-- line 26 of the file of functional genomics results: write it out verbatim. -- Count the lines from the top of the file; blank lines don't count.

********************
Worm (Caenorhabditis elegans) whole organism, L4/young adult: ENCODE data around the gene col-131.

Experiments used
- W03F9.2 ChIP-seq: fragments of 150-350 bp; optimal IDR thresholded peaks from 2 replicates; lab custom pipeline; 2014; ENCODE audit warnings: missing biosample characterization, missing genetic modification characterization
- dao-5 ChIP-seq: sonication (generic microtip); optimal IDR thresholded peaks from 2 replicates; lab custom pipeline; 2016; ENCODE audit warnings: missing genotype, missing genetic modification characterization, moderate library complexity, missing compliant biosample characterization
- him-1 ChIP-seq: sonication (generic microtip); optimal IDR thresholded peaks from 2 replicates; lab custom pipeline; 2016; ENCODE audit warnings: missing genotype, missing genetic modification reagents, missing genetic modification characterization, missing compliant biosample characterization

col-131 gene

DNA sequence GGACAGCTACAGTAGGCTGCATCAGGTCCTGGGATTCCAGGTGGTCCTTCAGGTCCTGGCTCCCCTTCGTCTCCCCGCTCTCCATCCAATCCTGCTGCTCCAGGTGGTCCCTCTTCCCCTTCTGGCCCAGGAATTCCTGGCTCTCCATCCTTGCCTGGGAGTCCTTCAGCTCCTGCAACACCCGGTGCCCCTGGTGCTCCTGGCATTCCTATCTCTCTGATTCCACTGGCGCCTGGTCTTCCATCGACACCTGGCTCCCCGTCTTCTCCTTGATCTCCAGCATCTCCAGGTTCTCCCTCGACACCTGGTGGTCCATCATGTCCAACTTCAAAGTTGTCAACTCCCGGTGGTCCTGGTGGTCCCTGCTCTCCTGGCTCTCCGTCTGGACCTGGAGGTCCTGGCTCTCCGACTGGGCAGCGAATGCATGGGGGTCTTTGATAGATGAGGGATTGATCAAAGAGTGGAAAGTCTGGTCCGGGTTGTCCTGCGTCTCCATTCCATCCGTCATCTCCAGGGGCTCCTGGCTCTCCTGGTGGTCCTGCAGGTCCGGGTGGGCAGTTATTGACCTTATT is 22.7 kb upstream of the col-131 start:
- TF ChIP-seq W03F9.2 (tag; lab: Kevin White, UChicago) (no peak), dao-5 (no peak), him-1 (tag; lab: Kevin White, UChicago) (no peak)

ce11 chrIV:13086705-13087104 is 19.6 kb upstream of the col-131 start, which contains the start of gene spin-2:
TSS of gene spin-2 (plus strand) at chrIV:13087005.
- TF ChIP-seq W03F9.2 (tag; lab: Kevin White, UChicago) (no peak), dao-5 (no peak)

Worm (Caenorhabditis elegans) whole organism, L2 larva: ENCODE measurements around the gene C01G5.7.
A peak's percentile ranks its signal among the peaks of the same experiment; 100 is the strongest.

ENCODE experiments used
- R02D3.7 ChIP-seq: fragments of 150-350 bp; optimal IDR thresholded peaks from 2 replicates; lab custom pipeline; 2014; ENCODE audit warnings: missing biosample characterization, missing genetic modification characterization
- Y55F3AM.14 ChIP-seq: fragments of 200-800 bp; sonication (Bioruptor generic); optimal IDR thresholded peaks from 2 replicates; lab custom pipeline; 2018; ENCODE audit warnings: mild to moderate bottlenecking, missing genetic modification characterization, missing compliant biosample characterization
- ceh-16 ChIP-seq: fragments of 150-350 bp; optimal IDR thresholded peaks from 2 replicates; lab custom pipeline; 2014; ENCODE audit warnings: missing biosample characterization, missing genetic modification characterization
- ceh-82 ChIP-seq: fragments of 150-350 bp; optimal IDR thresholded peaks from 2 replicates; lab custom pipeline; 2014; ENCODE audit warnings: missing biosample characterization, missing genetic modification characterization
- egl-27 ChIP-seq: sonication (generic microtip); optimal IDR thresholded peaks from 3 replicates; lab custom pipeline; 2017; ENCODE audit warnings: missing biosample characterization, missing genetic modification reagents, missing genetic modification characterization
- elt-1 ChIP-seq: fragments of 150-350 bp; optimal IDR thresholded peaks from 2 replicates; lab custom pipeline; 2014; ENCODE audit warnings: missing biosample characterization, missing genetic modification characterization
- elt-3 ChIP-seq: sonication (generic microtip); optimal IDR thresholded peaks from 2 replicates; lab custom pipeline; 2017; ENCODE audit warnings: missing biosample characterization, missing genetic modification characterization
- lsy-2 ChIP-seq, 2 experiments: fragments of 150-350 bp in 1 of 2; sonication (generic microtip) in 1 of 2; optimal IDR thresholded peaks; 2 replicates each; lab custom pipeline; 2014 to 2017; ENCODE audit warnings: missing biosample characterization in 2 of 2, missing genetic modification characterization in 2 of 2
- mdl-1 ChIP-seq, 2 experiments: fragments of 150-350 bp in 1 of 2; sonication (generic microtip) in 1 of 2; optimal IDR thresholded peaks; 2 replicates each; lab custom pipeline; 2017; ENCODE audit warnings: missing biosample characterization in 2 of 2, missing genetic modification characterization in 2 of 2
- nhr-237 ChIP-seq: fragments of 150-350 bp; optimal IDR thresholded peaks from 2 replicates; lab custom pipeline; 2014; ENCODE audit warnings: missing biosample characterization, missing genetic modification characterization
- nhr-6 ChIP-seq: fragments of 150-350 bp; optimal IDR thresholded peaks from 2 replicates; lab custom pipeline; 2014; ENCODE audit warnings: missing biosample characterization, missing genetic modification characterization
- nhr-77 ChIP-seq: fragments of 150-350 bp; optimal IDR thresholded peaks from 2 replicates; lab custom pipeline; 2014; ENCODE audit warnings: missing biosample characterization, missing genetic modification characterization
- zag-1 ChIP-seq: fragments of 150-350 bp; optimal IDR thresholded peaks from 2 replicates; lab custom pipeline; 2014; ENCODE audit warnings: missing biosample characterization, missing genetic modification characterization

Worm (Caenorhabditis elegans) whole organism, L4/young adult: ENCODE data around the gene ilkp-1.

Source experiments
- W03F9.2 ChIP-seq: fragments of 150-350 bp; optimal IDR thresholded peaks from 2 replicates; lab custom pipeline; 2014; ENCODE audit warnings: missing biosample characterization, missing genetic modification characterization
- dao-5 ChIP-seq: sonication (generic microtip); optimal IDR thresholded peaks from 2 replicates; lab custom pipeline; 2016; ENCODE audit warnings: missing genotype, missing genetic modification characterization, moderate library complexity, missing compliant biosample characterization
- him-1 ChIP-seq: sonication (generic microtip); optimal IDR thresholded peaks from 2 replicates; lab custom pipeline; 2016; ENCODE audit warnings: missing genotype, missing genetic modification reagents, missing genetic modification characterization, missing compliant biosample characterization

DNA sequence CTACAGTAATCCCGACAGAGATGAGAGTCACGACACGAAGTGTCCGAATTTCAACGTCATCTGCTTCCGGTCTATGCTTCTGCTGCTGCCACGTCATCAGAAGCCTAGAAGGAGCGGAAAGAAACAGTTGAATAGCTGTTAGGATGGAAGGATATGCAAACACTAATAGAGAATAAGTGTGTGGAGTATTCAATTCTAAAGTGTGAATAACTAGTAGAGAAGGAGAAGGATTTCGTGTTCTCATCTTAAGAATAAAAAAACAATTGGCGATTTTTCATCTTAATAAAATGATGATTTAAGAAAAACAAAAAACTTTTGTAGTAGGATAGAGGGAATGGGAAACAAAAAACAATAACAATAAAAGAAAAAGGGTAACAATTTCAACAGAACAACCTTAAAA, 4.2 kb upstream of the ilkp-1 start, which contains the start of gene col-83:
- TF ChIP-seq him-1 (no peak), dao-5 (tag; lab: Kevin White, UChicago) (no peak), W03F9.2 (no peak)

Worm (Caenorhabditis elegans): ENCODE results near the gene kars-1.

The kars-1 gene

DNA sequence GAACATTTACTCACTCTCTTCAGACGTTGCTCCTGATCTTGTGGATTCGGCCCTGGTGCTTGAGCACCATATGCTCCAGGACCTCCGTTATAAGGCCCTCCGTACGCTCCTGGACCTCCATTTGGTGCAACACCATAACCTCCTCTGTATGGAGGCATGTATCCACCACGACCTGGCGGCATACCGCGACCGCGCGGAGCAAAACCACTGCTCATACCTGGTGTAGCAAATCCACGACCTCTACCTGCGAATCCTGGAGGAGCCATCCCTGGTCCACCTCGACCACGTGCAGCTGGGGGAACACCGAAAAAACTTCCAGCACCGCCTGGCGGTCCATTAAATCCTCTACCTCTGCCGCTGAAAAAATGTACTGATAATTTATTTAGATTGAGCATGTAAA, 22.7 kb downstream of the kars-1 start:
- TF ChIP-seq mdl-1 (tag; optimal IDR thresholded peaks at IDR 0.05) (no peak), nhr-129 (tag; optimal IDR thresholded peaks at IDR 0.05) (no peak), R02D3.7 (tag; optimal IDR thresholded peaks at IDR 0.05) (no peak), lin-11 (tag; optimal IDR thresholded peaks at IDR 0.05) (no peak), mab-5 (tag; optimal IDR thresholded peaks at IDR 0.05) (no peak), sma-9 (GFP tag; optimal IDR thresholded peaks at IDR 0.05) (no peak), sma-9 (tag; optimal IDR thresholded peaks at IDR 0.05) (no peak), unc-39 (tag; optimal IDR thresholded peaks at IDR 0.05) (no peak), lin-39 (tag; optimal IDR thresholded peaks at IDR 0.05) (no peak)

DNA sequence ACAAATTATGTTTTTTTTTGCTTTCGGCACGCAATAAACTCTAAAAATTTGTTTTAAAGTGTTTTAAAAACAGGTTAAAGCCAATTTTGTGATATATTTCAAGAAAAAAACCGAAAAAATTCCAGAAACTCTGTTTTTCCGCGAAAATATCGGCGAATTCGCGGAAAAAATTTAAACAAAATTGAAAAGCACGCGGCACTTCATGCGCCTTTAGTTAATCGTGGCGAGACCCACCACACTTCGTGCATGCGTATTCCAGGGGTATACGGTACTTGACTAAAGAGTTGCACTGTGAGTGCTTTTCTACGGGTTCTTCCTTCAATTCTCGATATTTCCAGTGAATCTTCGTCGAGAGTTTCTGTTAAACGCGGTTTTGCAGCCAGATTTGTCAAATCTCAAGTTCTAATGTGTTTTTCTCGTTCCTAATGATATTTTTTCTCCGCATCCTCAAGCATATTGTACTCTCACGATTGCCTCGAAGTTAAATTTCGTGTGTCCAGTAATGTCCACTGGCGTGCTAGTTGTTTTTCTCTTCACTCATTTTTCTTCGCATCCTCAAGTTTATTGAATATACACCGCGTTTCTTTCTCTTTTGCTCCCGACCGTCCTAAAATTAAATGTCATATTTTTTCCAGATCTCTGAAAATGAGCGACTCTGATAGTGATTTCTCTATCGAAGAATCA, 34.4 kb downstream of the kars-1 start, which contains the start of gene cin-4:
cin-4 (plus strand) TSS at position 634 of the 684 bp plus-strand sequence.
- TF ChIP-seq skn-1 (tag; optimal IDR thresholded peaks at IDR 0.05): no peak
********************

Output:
- nhr-77 ChIP-seq: fragments of 150-350 bp; optimal IDR thresholded peaks from 2 replicates; lab custom pipeline; 2014; ENCODE audit warnings: missing biosample characterization, missing genetic modification characterization